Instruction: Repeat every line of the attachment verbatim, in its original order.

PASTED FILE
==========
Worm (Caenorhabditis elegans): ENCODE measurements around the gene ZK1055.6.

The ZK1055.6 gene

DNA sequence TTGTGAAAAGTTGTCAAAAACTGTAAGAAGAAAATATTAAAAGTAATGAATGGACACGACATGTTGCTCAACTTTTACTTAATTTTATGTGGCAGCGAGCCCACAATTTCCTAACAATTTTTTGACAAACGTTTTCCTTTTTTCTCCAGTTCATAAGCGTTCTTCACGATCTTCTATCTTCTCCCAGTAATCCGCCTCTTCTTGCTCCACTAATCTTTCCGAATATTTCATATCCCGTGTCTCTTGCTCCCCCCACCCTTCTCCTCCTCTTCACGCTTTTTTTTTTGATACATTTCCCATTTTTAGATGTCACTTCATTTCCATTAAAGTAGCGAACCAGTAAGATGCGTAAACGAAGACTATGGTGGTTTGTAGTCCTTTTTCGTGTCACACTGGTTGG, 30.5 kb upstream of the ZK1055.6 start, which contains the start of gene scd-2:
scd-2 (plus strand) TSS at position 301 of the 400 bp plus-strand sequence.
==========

Worm (Caenorhabditis elegans): ENCODE measurements around the gene ZK1055.6.

The ZK1055.6 gene

DNA sequence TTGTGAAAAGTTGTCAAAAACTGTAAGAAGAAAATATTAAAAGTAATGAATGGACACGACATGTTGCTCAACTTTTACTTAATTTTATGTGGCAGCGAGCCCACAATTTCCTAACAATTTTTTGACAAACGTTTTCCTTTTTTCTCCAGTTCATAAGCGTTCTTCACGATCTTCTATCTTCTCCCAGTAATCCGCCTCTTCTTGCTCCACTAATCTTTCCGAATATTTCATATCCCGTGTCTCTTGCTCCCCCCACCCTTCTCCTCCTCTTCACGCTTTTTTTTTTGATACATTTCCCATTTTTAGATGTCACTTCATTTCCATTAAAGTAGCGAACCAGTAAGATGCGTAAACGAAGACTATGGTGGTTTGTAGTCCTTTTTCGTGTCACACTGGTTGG, 30.5 kb upstream of the ZK1055.6 start, which contains the start of gene scd-2:
scd-2 (plus strand) TSS at position 301 of the 400 bp plus-strand sequence.